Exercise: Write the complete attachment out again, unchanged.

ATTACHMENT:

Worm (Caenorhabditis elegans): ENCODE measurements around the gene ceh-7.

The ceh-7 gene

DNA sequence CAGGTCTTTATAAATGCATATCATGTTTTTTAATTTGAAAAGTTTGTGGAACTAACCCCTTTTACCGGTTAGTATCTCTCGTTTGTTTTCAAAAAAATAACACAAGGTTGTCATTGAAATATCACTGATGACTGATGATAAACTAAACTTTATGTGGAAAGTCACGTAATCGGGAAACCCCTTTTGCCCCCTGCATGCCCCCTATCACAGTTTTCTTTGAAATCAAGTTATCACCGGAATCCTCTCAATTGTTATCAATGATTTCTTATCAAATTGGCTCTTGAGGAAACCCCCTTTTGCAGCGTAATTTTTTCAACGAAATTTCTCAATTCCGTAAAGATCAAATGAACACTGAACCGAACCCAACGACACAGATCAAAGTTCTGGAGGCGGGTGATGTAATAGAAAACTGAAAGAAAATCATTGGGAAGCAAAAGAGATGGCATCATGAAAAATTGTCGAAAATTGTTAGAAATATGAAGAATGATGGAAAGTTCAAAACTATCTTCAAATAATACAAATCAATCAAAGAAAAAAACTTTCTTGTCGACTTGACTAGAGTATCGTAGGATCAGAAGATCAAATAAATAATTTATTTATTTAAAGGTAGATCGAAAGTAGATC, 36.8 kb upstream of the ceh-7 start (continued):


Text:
Worm (Caenorhabditis elegans): ENCODE measurements around the gene ceh-7.

The ceh-7 gene

DNA sequence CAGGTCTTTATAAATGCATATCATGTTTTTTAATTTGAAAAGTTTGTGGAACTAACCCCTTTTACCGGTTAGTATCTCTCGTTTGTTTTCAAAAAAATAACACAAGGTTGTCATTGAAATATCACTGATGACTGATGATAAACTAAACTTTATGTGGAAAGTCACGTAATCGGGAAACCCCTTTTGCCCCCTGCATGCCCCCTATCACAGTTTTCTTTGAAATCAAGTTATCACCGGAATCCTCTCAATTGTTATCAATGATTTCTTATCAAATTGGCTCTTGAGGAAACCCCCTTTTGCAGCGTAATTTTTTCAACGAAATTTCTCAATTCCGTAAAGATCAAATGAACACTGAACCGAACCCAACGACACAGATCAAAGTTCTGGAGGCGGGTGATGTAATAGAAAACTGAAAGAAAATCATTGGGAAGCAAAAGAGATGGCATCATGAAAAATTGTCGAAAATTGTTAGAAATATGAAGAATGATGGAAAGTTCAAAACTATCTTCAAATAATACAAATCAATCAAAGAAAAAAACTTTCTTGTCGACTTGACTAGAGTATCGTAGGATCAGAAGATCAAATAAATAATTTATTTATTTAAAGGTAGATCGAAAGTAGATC, 36.8 kb upstream of the ceh-7 start (continued):